The National Snow and Ice Data Center reports that the Arctic sea ice extent averaged for July 2011 reached the lowest level for the month in the 1979 to 2011 satellite record, even though the pace of ice loss slowed substantially during the last two weeks of July. Shipping routes in the Arctic have less ice than usual for this time of year, and new data indicate that more of the Arctic's store of its oldest ice disappeared.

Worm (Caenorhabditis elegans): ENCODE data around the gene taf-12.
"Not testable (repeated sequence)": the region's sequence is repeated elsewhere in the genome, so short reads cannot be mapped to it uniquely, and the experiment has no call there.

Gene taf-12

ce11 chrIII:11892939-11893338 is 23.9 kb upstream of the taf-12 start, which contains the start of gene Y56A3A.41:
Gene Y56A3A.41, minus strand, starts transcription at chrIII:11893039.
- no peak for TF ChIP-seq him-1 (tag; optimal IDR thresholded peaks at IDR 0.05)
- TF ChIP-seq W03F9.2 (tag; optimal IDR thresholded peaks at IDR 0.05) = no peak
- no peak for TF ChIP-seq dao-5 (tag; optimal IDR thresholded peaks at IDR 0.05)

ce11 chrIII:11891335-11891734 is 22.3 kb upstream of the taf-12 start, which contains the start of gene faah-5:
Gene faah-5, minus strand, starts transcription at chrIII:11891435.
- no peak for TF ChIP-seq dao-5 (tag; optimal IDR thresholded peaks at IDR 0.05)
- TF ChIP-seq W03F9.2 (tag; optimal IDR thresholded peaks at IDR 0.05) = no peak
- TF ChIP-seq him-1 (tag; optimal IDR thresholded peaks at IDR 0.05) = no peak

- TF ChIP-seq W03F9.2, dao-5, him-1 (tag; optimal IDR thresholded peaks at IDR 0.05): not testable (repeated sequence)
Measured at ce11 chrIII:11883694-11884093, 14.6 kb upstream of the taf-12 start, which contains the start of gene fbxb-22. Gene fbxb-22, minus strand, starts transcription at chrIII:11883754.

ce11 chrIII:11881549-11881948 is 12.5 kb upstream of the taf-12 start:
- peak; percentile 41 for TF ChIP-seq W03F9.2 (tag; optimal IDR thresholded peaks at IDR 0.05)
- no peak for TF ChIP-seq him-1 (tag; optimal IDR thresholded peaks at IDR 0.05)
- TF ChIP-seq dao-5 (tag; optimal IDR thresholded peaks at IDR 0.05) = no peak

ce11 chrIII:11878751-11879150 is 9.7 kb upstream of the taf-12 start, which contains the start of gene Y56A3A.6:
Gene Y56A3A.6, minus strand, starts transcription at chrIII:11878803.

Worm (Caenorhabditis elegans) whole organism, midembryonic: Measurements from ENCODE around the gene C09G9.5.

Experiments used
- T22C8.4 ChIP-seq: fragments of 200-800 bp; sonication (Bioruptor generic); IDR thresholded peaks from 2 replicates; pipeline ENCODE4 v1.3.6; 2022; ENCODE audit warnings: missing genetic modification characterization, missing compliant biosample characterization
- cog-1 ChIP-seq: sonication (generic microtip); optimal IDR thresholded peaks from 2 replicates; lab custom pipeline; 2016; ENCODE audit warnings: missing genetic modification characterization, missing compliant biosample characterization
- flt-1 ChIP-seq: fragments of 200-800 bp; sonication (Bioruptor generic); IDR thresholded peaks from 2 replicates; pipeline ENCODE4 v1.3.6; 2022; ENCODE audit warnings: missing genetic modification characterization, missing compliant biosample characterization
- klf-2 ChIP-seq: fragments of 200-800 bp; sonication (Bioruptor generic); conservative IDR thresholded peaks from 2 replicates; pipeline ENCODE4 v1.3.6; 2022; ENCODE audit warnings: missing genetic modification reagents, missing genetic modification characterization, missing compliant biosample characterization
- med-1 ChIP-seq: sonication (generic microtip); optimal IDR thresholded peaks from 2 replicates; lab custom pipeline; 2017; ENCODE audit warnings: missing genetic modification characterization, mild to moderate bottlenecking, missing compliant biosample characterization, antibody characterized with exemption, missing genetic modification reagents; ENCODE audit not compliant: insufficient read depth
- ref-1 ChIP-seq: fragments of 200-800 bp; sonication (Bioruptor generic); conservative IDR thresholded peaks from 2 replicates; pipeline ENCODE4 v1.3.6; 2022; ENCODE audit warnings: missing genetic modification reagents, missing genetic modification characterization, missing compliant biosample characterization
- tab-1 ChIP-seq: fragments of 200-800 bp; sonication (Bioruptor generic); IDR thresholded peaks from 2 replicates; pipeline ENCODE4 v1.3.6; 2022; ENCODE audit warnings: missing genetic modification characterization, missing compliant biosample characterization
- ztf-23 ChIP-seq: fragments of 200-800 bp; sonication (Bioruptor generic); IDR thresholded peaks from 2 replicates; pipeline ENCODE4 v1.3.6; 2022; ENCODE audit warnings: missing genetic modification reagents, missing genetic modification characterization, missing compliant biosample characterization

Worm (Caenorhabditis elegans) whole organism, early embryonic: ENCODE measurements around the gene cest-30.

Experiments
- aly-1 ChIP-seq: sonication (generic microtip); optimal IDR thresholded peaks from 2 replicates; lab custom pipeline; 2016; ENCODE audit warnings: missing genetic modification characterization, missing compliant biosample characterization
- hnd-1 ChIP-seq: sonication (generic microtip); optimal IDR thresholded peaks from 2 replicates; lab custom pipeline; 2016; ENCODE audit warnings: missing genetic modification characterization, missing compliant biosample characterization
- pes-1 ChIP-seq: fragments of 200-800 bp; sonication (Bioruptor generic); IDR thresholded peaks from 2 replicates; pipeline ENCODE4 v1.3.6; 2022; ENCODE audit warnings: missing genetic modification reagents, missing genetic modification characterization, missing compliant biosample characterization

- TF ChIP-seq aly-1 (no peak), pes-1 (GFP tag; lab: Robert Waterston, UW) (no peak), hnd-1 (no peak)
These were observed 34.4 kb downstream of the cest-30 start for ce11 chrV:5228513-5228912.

Researchers look at ice age as a way to estimate ice thickness. Ice thickness matters to the overall stability of the ice cover, because older ice grows thicker over multiple seasons, while newly formed ice tends to be thin and vulnerable to melt. While the amount of older sea ice has increased somewhat since September 2007, an updated analysis of satellite-derived sea ice age recently published by James Maslanik and co-authors show the oldest ice (ice older than five years), has continued to decline. Until recently, the central Arctic Ocean and Canadian Archipelago served as refuges for some of the oldest, thickest ice. However, the new data show that ice age is now declining in these areas. Multi-year ice is more resistant to melting completely in summer, so it is not yet clear how much more ice will melt.

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